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Simon Fraser University

The funding, part of a larger initiative by Genome Canada, will support two studies in British Columbia that will evaluate genomics in healthcare.

A genetic analysis of salmon scales collected over the course of a century points to a sharp decline in the number of fish returning each year to river in British Columbia, CBC reports.

In PNAS this week: numerous mobile genetic elements contribute to Vibrio cholerae drug resistance, troponin I mutations in sudden infant deaths, and more.

The Common Infrastructure for National Cohorts in Europe, Canada, and Africa (CINECA) project looks to harmonize ontologies and create an interoperability platform for global genomics research.

In PLOS this week: map of breakpoints in individuals with complex chromosomal rearrangements, sequence of virus that infects African armyworm, and more.

In PNAS this week: influence of DNA architecture on genome editing, within-host HIV evolution, and more.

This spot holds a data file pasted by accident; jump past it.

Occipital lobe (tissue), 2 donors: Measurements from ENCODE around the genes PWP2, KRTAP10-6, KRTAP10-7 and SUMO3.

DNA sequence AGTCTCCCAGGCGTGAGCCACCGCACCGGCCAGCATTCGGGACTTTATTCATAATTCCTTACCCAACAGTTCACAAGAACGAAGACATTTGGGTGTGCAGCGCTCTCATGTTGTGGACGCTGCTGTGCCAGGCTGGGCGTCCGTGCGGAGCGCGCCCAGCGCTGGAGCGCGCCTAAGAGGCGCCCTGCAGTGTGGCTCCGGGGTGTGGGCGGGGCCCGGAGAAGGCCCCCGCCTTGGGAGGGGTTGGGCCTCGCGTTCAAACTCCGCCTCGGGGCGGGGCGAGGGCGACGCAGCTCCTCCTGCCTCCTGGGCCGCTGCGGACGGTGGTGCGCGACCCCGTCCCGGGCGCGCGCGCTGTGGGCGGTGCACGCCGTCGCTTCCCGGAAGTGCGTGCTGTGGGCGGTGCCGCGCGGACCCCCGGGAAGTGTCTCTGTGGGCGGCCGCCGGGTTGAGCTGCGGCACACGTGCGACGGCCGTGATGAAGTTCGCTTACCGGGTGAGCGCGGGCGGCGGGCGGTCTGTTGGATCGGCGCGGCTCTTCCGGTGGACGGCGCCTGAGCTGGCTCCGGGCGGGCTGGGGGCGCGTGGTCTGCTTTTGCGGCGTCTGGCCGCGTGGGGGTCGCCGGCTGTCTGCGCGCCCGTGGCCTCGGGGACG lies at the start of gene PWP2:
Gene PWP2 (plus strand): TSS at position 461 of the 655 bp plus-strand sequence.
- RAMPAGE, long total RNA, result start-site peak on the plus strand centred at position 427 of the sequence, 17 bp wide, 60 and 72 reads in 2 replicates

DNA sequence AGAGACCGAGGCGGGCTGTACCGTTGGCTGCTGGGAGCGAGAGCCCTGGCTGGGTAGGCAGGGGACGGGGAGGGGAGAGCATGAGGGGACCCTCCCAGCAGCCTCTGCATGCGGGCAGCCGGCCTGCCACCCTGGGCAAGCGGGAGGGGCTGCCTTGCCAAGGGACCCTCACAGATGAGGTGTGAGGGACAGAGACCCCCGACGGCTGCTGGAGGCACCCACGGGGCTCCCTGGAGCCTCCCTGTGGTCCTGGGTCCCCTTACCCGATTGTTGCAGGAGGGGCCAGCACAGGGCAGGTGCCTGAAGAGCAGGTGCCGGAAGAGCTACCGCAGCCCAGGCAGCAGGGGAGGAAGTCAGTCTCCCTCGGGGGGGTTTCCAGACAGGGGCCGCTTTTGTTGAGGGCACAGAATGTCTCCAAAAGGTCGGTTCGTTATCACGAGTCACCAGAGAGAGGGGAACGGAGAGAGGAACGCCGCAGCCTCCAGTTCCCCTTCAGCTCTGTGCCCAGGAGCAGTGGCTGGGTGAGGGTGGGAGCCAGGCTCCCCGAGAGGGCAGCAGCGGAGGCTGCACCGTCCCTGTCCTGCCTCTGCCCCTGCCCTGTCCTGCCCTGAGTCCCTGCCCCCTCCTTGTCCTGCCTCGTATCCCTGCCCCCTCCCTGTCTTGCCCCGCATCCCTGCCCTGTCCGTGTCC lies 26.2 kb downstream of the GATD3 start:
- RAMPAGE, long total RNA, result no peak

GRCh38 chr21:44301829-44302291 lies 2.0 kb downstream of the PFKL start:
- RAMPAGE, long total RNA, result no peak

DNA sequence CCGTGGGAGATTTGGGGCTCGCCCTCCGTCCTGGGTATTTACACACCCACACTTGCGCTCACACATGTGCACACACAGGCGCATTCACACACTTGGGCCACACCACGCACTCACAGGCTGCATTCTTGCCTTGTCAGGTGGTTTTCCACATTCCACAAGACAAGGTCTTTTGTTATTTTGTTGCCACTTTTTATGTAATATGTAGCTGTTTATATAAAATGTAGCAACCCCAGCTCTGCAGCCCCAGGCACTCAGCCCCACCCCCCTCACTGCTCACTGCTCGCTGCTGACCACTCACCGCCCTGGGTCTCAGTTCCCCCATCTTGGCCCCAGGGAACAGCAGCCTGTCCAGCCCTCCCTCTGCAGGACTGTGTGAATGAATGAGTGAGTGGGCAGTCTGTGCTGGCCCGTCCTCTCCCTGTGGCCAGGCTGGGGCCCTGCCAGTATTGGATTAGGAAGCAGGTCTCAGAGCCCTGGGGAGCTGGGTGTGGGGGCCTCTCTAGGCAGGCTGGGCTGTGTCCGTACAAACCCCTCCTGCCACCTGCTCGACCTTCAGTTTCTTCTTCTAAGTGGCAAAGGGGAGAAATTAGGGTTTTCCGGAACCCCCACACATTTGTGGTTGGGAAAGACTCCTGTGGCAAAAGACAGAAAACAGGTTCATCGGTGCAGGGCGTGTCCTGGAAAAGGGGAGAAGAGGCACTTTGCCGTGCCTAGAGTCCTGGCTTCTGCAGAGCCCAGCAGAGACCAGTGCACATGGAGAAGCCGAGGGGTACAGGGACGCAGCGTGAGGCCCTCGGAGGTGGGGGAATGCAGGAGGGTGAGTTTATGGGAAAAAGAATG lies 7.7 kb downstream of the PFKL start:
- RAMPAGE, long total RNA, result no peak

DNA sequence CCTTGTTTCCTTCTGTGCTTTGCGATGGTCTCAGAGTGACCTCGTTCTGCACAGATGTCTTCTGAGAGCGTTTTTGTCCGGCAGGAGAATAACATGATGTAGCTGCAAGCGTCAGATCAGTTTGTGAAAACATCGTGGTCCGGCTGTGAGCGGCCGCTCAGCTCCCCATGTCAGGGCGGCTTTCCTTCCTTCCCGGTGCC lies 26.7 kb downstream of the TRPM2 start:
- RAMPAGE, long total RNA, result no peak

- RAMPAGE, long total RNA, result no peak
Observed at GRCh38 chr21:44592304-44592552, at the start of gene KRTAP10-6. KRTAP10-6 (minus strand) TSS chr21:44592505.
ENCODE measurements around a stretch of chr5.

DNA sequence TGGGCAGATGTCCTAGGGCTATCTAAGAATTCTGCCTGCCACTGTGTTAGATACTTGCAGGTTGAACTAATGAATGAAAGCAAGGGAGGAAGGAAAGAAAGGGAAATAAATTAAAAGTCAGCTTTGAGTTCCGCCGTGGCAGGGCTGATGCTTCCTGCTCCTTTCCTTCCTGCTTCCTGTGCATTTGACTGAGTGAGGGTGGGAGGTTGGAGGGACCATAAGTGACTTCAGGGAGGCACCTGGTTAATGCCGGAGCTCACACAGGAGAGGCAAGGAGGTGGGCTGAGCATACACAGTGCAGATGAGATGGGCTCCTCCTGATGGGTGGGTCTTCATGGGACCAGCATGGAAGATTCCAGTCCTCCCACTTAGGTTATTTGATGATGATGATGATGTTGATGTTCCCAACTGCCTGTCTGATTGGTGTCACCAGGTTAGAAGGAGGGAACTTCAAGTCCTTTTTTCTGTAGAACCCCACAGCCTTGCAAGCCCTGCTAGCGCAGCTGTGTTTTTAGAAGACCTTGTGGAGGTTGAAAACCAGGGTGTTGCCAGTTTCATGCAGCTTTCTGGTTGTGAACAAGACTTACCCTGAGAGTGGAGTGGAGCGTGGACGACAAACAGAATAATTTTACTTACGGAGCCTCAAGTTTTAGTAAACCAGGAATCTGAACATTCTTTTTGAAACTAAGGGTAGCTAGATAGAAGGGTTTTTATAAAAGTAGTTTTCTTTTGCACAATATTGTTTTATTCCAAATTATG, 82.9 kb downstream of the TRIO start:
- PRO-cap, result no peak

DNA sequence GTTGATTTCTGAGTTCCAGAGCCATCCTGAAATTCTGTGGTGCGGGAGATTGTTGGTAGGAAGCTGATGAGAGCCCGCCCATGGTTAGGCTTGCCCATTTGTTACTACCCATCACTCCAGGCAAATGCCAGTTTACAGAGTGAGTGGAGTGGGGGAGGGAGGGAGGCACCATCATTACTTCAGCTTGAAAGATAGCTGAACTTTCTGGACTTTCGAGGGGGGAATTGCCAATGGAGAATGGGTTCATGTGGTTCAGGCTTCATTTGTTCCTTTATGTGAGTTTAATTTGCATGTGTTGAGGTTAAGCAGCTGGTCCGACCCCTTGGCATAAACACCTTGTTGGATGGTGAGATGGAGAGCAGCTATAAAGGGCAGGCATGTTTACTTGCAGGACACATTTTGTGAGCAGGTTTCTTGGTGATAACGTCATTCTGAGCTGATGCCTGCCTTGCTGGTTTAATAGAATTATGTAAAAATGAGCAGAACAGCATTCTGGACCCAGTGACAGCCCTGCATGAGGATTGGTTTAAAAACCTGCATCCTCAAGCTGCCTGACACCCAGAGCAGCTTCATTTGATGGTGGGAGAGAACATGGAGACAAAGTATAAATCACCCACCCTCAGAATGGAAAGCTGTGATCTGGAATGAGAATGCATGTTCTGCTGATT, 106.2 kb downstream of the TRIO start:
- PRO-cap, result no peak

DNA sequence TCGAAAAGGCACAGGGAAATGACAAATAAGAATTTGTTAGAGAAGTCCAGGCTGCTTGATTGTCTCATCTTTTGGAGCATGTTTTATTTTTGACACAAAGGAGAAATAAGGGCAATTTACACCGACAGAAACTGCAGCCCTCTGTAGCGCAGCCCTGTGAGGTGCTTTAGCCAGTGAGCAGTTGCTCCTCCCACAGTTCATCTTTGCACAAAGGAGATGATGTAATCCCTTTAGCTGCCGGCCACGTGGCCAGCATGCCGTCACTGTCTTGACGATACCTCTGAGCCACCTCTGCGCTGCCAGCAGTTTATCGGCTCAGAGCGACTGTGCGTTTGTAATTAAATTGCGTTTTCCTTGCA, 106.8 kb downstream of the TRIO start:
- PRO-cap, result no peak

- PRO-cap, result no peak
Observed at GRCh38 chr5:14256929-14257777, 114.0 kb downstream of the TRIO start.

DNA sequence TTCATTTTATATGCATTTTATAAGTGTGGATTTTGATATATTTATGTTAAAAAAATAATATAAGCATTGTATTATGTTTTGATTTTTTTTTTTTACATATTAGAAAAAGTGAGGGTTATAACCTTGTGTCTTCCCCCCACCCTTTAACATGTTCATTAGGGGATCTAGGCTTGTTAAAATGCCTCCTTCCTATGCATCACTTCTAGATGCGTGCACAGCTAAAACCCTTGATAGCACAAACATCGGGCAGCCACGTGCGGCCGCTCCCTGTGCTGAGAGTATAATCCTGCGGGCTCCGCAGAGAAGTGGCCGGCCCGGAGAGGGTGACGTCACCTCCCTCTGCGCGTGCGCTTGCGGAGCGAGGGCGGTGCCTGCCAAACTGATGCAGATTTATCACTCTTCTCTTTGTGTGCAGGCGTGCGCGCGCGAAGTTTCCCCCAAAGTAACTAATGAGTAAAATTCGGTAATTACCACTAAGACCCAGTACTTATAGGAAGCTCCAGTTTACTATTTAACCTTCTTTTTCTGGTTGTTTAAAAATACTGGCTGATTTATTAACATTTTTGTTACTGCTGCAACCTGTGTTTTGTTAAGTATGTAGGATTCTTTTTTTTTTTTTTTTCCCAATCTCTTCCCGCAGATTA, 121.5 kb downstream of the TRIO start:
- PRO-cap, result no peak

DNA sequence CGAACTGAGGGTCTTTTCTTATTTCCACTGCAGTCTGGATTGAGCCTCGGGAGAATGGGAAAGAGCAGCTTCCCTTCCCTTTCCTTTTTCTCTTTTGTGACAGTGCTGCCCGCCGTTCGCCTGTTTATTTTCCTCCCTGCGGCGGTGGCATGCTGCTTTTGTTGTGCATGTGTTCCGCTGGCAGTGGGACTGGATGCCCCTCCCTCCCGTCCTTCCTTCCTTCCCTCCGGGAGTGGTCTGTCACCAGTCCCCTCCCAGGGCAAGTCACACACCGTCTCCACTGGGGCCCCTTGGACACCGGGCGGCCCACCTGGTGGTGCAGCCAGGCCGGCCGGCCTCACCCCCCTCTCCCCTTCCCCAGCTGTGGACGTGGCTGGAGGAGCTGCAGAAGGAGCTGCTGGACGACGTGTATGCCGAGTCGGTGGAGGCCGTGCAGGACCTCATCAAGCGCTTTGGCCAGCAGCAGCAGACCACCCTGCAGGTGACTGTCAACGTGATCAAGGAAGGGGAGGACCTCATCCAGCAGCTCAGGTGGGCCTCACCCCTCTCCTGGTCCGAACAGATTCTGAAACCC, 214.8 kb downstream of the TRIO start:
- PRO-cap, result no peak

Summer Genomics

A program at Simon Fraser University hopes to expose Indigenous students to genomics, according to the Vancouver Sun.

Atlantic salmon

An international team explored the evolutionary history of salmonid fish using a new, high-quality genome sequence for the Atlantic salmon.

NEW YORK (GenomeWeb News) – Genome British Columbia and the Canadian government have funded four new research projects seeking to develop genomics-related technologies for a range of applications.

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According to BBC News, the global vaccine-sharing initiative has sent its first shipment, which arrived in Ghana this week.

CNN reports that a US Food and Drug Administration document says Johnson & Johnson's SARS-CoV-2 vaccine meets the requirements to receive an Emergency Use Authorization.

Researchers in France are developing a new, fast test for SARS-CoV-2 that initial testing indicates may be highly accurate, the Guardian says.

In Cell this week: analysis of fitness patterns among SARS-CoV-2 isolates, single-cell transcriptome analysis of immune features in COVID-19, and more.